West Virginia hit by another chemical spill

Even as the state of West Virginia is still reeling from its massive Jan. 9 chemical spill, it now has to contend with another. About 108,000 gallons of waste from a coal processing facility leaked into a tributary of the Kanawha River on Feb. 11, polluting 6 miles of Fields Creek. The waste includes all manner of toxic chemicals and metals, and is another blow to the people of the state as they attempt to piece their lives and health back together after the first disaster.

West Virginia American Water, the company that manages the Kanawha Valley Water Treatment Plant, stated that the latest leak would not affect the water supply further. But that remains to be seen. Emergency and environmental officials and investigators are calling the spill a “significant” one, despite assurances to the contrary by the companies involved. And a small amount of the waste that poisoned Fields Creek made it into the Kanawha River itself.

The facility from which the waste leaked is owned by none other than Patriot Coal, the company spun off of Peabody Energy and Arch Coal – the country’s biggest coal corporations – to rob union members of their pensions and health benefits. Patriot Coal has also been responsible for mountaintop removal, an environmentally destructive process of retrieving coal, though it ceased those types of operations in 2012.

“This has had a significant, adverse environmental impact to Fields Creek and an unknown amount of impact to the Kanawha River,” said Secretary Randy Huffman of the West Virginia Department of Environmental Protection. “This is a big deal, this is a significant spill. When this much coal slurry goes into the stream, it wipes the stream out.” Moreover, added Huffman, Patriot Coal did not do its job: The spill occurred – and was detected – when a valve broke sometime between 2:30 and 5:30 a.m., but Patriot did not call the DEP to alert them of the accident until 7:40 a.m. Companies are required by law to immediately report any spills to the department.

The Patriot facility also had a faulty alarm installed. It was supposed to immediately alert someone if a valve broke, but it failed to do so, so pumps continued to send the chemicals through the system. The toxic slurry was pushed on and on, until it broke the outer containment area that surrounded the busted valve, causing it to get into Fields Creek. “Had the alarms gone off and warned the operator,” said Huffman, “the shutdown could have been done in time for the secondary containment area to contain the material that leaked.”

It would seem that Patriot has exhibited the same lack of oversight and inspection that Freedom Industries did in the case of the earlier – and far more disastrous – chemical spill. The fallout from that incident continues to plague the impoverished state. Though West Virginia American Water and the Centers for Disease Control and Prevention have begun to allow residents of Charleston to begin using their water once more, many remain concerned that there is still a significant health risk present. Officials have carefully sidestepped calling the water safe as of yet.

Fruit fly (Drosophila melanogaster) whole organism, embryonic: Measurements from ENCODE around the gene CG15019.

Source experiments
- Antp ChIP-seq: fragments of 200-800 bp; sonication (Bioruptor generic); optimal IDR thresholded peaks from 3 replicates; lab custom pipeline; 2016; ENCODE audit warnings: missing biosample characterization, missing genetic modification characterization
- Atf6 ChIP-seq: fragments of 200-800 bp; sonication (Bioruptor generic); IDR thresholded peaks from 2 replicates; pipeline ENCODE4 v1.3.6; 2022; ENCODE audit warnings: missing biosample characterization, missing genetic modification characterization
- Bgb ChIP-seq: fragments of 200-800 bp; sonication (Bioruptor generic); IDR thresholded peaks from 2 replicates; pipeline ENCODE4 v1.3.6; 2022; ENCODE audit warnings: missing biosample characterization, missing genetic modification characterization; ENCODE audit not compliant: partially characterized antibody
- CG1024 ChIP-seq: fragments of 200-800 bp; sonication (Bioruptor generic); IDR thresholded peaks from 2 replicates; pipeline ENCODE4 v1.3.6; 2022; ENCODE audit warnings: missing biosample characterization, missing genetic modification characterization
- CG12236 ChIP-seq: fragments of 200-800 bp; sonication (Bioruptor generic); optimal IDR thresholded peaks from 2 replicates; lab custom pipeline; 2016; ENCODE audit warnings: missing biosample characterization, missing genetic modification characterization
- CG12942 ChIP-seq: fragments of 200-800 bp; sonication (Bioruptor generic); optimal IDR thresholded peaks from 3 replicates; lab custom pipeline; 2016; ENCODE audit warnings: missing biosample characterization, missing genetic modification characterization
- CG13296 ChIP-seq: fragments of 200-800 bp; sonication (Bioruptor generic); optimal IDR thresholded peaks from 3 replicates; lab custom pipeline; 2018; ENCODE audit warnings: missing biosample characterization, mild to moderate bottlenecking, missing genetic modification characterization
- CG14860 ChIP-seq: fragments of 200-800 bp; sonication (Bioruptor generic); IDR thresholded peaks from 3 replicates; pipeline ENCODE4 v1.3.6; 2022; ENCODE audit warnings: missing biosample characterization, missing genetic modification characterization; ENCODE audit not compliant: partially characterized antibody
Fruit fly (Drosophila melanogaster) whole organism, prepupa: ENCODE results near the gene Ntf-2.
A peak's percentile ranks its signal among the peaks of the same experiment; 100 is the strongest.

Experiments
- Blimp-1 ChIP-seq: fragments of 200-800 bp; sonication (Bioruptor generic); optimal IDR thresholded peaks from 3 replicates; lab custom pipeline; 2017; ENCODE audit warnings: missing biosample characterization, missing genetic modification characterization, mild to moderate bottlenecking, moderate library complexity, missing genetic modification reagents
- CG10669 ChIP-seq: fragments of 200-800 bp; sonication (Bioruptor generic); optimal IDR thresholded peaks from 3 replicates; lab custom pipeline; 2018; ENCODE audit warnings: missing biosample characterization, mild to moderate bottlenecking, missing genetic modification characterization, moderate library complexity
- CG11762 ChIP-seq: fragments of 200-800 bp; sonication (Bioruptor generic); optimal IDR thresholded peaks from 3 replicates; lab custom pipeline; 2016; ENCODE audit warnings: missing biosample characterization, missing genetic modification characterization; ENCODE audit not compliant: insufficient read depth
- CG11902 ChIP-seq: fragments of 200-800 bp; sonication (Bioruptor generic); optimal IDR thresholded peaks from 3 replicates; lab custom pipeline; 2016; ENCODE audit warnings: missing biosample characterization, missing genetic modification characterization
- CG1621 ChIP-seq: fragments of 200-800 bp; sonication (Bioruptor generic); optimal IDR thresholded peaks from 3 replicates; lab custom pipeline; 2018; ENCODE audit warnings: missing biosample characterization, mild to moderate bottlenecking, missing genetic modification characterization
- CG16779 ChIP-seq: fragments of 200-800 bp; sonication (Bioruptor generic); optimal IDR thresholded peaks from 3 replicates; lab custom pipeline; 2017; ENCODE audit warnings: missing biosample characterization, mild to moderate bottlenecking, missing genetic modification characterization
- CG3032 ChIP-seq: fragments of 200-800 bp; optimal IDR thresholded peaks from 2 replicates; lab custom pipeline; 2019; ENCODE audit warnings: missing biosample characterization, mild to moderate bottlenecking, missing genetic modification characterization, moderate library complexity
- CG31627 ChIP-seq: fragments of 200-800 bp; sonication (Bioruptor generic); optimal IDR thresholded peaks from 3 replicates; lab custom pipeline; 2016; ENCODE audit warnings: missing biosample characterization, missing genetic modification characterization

Dr. Letitia Tearney, of the West Virginia Bureau of Public Health, said on Feb. 11, “You know, I believe the water, based on the standards we have, is usable for every purpose. But everybody has a different definition of safe.”

Some residents continue to smell a foul, licorice-like odor coming from their water. In order to determine the cause of that, and to learn whether the water is truly safe at this point, state Gov. Earl Ray Tomblin says he is planning to commit $650,000 to an independent study on household water supplies called the West Virginia Testing Assessment Project.

As for the latest incident, Patriot will have to pay a fine for the leak. Huffman noted that much more ought to be done. “We have to do more than that. We can’t just send them a bill and say, ‘You have to pay this to continue operating.’ There have to be fundamental changes made at such a facility. Maybe there needs to be a top-down review of all their processes. Maybe there needs to be a cultural change within that company that needs to take place that has more of an emphasis on safety, environmental controls, things like that.”

Photo: Fields Creek, its water blackened with coal slurry. AP



Blake Skylar
Blake Skylar

Blake is a writer and production manager, responsible for the daily assembly of the People's World home page. He has earned awards from the IWPA and ILCA, and his articles have appeared in publications such as Workday Minnesota, EcoWatch, and Earth First News. He has covered issues including the BP oil spill in New Orleans and the 2015 U.N. Climate Conference in Paris.

He lives in Pennsylvania with his girlfriend and their cats. He enjoys wine, books, music, and nature. In his spare time, he reviews music, creates artwork, and is working on several books and digital comics.